Court ruling on Clean Power Plan a significant victory for Trump administration
US President Trump has had a major victory in his bid to scupper the Clean Power Plan of his predecessor Barak Obama, with the US Circuit Court of Appeals granting a request to suspend a lawsuit about the plan for 60 days. The lawsuit had been brought to determine if the Clean Power Plan was valid under the Clean Air Act, the legislation which was to give it legitimacy, and according to Politico, many had believed that the Plan would be found to be legitimate in most part. The pausing of the suit is therefore something of a surprise, and the 60 days will give the Environmental Protection Agency a window to begin a review the plan. Given the agency’s vastly changed direction under the new administration, it seems likely to try to repeal the plan, which placed strict limits on carbon emissions from coal-fired power plants. However, the repeal process could be lengthy, and could be challenged legally, meaning that any outcome now appears at least a few years away. During that time, it seems that the plan will not be enforced, though the legal grounds are described by Politico as ‘relatively unchartered’.
Indian power plans changing rapidly away from coal to renewables
Scientific American has looked at how plans for the power sector in India are rapidly changing, with the main point being a rapid turn away from coal. The speed at which planning is changing is, in fact, remarkable. In 2015, the International Energy Agency projected that around half of the world’s additional coal-fired capacity up until 2040 would be built in India. In July 2016, non-profit organisation CoalSwarm conducted a survey and found that there were 370 coal-fired plants in the planning stage, with a total capacity of 243 GW. A research paper based on the findings, which concluded that India could not meet its Paris Agreement climate change targets if it was to build those plants, was published in late April of this year, but in the meantime the Indian government adopted a new position, saying it would not need any new coal-fired power plants for the next decade. The main driver, according to Scientific American, is the increasing cost-competiveness of renewables. However, this is combined with a real demand for electricity that is lower than official demand figures estimate – utilisation rates of power plants are in fact declining, partly because electricity distributors, unable to raise tariffs, are declining to buy more electricity from producers, and partly because funding arrangements encourage optimistic demand projections. Regardless, the increasing cost-competitiveness of renewables is making potential investors in coal-fired capacity more ‘jittery’, although authors of the April paper believe that some of the currently planned plants will ultimately be built for reasons of ‘industrial inertia’.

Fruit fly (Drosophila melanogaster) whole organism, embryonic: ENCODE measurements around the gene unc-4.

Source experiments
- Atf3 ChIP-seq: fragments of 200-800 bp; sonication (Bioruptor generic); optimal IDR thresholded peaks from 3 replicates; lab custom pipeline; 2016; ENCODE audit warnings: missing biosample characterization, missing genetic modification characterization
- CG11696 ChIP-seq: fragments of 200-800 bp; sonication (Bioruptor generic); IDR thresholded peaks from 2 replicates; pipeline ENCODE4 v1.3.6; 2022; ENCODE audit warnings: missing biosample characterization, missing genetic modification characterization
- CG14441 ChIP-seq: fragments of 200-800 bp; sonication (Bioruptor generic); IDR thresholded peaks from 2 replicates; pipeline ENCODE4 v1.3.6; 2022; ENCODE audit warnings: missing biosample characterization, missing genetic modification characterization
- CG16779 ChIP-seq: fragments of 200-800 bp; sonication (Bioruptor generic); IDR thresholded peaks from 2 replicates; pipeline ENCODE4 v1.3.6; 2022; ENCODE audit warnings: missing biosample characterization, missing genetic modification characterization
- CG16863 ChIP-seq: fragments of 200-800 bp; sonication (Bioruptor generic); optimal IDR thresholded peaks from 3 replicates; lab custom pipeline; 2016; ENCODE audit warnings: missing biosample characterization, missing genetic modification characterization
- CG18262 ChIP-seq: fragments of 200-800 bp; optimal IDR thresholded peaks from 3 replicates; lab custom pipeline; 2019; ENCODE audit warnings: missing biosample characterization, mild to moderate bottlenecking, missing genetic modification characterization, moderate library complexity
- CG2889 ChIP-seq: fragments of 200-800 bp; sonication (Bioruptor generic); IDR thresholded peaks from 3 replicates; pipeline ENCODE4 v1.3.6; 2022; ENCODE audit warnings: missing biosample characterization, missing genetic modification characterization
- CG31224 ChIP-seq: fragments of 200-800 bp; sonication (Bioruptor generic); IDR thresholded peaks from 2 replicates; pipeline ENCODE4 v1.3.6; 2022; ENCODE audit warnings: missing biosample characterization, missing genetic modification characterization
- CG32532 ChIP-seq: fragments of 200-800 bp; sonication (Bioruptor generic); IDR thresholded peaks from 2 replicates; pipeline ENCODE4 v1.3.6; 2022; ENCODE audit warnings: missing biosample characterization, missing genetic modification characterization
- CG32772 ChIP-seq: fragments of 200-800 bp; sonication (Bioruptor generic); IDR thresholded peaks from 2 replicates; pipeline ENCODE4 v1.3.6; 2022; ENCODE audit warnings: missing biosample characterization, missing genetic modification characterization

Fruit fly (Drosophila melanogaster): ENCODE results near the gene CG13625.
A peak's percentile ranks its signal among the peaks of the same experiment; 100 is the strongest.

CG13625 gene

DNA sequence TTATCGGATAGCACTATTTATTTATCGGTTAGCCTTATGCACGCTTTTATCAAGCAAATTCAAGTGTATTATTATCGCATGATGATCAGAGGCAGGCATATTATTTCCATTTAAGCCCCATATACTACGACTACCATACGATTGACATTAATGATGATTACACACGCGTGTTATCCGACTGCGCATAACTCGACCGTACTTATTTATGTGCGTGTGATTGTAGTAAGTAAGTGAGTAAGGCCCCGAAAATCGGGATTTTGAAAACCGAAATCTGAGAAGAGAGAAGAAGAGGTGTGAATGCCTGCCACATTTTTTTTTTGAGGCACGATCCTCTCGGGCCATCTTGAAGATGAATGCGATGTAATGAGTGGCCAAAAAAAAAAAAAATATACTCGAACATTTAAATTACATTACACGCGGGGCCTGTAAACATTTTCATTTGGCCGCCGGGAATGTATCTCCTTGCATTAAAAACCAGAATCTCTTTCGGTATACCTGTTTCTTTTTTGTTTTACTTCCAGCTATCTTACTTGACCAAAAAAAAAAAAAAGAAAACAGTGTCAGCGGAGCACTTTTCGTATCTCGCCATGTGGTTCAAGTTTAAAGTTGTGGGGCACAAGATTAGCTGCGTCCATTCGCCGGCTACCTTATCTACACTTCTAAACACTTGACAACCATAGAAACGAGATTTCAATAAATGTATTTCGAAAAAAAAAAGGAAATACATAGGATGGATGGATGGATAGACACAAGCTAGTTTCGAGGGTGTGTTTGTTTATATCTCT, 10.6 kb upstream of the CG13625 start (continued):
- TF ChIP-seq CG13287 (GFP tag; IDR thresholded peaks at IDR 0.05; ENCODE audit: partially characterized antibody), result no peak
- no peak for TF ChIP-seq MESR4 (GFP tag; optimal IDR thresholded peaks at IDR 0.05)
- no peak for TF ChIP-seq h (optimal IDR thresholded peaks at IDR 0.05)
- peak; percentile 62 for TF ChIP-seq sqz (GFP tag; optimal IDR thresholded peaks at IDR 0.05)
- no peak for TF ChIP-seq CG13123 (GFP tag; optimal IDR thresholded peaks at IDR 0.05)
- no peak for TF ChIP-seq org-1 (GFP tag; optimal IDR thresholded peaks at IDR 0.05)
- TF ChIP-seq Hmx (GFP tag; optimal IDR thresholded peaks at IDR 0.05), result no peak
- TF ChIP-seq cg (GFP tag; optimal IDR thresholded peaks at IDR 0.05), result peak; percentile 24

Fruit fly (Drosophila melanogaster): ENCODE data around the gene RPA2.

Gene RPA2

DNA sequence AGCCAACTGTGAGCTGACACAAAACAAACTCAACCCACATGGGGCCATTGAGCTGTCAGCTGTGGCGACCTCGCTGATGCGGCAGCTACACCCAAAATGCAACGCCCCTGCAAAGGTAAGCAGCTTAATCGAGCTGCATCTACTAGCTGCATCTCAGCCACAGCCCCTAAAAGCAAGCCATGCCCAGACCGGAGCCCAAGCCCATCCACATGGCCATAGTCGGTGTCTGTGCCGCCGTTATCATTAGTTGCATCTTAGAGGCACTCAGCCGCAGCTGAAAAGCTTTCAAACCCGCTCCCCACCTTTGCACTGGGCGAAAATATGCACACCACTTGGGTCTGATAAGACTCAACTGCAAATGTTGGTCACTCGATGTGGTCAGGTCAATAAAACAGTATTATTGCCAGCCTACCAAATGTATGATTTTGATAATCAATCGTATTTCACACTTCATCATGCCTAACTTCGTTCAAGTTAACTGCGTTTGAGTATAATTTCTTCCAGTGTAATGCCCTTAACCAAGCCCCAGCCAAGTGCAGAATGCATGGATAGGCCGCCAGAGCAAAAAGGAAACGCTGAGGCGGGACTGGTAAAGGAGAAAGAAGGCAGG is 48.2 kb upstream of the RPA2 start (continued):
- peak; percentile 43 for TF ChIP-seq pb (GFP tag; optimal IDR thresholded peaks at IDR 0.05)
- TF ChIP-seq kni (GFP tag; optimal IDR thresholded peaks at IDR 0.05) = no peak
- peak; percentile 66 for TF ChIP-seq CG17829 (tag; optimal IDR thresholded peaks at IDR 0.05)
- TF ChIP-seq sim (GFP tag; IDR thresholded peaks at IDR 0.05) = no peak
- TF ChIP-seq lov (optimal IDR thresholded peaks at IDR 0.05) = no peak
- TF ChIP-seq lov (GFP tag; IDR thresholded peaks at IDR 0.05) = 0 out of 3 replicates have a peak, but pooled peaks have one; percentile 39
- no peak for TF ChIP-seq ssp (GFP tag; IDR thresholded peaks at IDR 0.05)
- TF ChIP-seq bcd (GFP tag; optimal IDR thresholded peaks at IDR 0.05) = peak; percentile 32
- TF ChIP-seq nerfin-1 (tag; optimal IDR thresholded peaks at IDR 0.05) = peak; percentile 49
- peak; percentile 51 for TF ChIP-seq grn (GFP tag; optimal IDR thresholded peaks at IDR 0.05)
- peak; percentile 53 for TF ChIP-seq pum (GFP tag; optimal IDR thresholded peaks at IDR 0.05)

Gasification of coal in China would be a headache for decision makers, paper finds
A new paper in the Proceedings of the National Academy of Sciences has looked at the potential for China to increase its gasification of coal. While increased gasification of low-grade coal in the western provinces of the country would decrease particulate matter in the air, leading to an estimated 20,000-40,000 fewer deaths annually, it may at the same time increase carbon emissions substantially (with Greenpeace estimating that total national emissions could increase 4%). This, and the likelihood that gasification would be more expensive than firing the coal directly, but at the same time offer more energy independence, creates a headache for decision makers within government. LNG imports may be a cheaper and cleaner option.
US budget set to favour wood firing
In further news from the US, the budget bill, which was passed by the House of Representatives in early May, directs the EPA, the Department of Energy and the Department of Agriculture to “establish clear policies that reflect the carbon neutrality of biomass.” While recent years have seen considerable debate about the carbon neutrality of wood burning, the move would be in line with the EU’s recognition of the fuel as such, and the subsidisation of its production. Predictably, the move has been welcomed by biomass industry groups, while attracting criticism from environmental groups. The bill was expected to be passed by the US Senate without change to the biomass provision.